For example, my videographer Thomas, he made a sketch about online dating and the fact that most of the time, things don’t work out. In a way going on dates through these online dating apps is a way of extracting experiences from life. And so what he did was take a real-life concept but just dial up the absurdity of it to 11. He did this by making each subsequent date that the main character went on better and better, more cinematic – when they’re playing pool together. The hits of the cube over time to the cuts of the music is all so beautiful and dreamy bocha in the background. And as an audience member, we start to vibe with this cute romantic story that is unfolding. So then when the girl ultimately ghosts our lead character, the impact of that moment is that much harder. It’s something that probably a lot of people relate to. That sketch, it came from just paying attention to life.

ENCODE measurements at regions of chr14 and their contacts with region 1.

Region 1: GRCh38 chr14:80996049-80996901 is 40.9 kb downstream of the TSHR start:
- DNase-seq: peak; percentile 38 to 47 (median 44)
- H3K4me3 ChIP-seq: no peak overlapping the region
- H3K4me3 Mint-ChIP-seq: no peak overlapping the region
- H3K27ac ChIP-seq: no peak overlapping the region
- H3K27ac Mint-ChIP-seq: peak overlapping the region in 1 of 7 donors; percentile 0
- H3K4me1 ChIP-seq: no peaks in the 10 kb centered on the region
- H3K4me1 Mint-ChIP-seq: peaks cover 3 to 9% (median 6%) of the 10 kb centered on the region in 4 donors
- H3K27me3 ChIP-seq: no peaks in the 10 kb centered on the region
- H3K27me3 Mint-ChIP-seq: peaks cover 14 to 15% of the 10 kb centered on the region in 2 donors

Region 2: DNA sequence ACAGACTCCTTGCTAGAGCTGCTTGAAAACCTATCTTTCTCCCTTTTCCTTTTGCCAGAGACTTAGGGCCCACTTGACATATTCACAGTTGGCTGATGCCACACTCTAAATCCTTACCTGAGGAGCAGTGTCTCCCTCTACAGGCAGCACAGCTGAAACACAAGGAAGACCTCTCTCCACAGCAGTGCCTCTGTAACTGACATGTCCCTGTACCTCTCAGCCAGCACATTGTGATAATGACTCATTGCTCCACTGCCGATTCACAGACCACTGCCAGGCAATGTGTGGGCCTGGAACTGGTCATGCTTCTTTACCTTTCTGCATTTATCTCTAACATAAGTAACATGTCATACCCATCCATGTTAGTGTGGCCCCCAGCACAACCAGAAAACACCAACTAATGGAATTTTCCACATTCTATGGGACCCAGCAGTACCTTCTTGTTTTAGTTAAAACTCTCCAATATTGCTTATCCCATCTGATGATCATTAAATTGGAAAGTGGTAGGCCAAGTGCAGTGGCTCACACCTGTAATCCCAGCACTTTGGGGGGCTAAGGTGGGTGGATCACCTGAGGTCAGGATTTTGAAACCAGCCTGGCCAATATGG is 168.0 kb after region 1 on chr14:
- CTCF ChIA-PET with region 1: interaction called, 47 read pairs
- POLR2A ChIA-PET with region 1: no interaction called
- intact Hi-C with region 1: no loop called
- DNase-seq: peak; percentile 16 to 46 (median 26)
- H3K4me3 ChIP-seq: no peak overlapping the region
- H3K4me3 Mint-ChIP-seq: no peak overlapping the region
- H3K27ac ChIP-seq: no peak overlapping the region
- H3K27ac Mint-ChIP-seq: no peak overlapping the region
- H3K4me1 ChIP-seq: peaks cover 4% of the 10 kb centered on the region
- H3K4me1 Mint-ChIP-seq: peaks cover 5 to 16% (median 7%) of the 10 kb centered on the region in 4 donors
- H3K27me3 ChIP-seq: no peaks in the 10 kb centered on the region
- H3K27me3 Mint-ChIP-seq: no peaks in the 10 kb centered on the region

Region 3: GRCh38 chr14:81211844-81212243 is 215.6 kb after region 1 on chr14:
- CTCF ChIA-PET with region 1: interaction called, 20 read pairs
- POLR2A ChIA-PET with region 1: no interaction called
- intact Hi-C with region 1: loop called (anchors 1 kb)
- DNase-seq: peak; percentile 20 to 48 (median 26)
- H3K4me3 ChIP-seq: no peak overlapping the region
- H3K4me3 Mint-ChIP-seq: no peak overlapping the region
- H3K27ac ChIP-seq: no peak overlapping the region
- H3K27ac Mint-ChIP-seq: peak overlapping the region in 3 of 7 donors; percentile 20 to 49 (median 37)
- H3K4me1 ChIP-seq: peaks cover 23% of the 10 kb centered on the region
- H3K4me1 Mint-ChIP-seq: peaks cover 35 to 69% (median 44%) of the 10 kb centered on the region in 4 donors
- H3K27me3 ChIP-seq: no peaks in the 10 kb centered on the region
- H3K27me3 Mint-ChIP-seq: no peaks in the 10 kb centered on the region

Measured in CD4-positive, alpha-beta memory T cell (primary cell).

Other sources of creativity – music, and movies. You might find that maybe you’re watching a movie and there’s just a particular moment, maybe one four-second clip from like a song that triggers something in you. Like well, that somehow is getting me going and you might find that moment enough to give you a concept. Stephen King had a quote, “if you don’t have time to read and you don’t have time to write.” But this actually goes for all inputs. One of my favorite videos from like the last 15 months, was actually set to the soundtrack from a movie I really loved, The Gentleman, and there was a drop in that soundtrack just as a sting that hit and it triggered an idea for like this military action movie that I’ve been wanting to make or at least talk about. And so I had my character turn the corner and sort of face an onslaught of bullets hypothetically, because of the sting in that song. These small little moments together. That’s what allows more creativity to emerge in the edit.